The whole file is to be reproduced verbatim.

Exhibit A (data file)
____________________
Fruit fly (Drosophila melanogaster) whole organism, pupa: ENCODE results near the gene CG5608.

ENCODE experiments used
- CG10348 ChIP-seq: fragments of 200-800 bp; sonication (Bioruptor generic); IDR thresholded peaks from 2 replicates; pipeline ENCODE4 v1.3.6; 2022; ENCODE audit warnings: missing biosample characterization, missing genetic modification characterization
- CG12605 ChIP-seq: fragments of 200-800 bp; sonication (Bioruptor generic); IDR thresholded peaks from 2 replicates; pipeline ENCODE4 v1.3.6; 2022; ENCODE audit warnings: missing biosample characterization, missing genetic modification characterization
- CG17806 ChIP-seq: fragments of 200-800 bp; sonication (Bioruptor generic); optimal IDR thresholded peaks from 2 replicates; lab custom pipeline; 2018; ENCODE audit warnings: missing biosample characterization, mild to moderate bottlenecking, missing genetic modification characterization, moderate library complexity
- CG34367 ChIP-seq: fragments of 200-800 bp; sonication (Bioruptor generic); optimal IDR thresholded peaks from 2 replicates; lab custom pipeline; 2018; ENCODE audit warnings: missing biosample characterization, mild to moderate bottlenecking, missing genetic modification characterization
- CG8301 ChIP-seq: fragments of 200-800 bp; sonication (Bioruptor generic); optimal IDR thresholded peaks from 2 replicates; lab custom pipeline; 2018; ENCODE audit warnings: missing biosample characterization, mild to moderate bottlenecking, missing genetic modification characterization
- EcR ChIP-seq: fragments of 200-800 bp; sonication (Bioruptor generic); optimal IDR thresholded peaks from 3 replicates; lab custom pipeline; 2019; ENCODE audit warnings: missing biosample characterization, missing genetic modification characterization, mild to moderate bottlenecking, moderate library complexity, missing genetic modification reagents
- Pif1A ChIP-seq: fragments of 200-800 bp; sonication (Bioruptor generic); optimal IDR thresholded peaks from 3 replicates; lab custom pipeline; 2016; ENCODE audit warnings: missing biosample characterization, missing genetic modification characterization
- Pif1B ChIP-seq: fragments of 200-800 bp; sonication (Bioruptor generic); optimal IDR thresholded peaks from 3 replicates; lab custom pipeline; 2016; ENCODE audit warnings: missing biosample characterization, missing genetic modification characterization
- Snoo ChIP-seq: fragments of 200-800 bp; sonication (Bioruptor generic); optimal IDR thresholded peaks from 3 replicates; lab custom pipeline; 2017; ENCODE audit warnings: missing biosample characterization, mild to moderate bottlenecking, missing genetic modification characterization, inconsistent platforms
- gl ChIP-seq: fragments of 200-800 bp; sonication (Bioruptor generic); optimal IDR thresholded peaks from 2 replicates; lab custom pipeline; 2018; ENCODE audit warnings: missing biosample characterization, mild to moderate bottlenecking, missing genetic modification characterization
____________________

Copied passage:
Fruit fly (Drosophila melanogaster) whole organism, pupa: ENCODE results near the gene CG5608.

ENCODE experiments used
- CG10348 ChIP-seq: fragments of 200-800 bp; sonication (Bioruptor generic); IDR thresholded peaks from 2 replicates; pipeline ENCODE4 v1.3.6; 2022; ENCODE audit warnings: missing biosample characterization, missing genetic modification characterization
- CG12605 ChIP-seq: fragments of 200-800 bp; sonication (Bioruptor generic); IDR thresholded peaks from 2 replicates; pipeline ENCODE4 v1.3.6; 2022; ENCODE audit warnings: missing biosample characterization, missing genetic modification characterization
- CG17806 ChIP-seq: fragments of 200-800 bp; sonication (Bioruptor generic); optimal IDR thresholded peaks from 2 replicates; lab custom pipeline; 2018; ENCODE audit warnings: missing biosample characterization, mild to moderate bottlenecking, missing genetic modification characterization, moderate library complexity
- CG34367 ChIP-seq: fragments of 200-800 bp; sonication (Bioruptor generic); optimal IDR thresholded peaks from 2 replicates; lab custom pipeline; 2018; ENCODE audit warnings: missing biosample characterization, mild to moderate bottlenecking, missing genetic modification characterization
- CG8301 ChIP-seq: fragments of 200-800 bp; sonication (Bioruptor generic); optimal IDR thresholded peaks from 2 replicates; lab custom pipeline; 2018; ENCODE audit warnings: missing biosample characterization, mild to moderate bottlenecking, missing genetic modification characterization
- EcR ChIP-seq: fragments of 200-800 bp; sonication (Bioruptor generic); optimal IDR thresholded peaks from 3 replicates; lab custom pipeline; 2019; ENCODE audit warnings: missing biosample characterization, missing genetic modification characterization, mild to moderate bottlenecking, moderate library complexity, missing genetic modification reagents
- Pif1A ChIP-seq: fragments of 200-800 bp; sonication (Bioruptor generic); optimal IDR thresholded peaks from 3 replicates; lab custom pipeline; 2016; ENCODE audit warnings: missing biosample characterization, missing genetic modification characterization
- Pif1B ChIP-seq: fragments of 200-800 bp; sonication (Bioruptor generic); optimal IDR thresholded peaks from 3 replicates; lab custom pipeline; 2016; ENCODE audit warnings: missing biosample characterization, missing genetic modification characterization
- Snoo ChIP-seq: fragments of 200-800 bp; sonication (Bioruptor generic); optimal IDR thresholded peaks from 3 replicates; lab custom pipeline; 2017; ENCODE audit warnings: missing biosample characterization, mild to moderate bottlenecking, missing genetic modification characterization, inconsistent platforms
- gl ChIP-seq: fragments of 200-800 bp; sonication (Bioruptor generic); optimal IDR thresholded peaks from 2 replicates; lab custom pipeline; 2018; ENCODE audit warnings: missing biosample characterization, mild to moderate bottlenecking, missing genetic modification characterization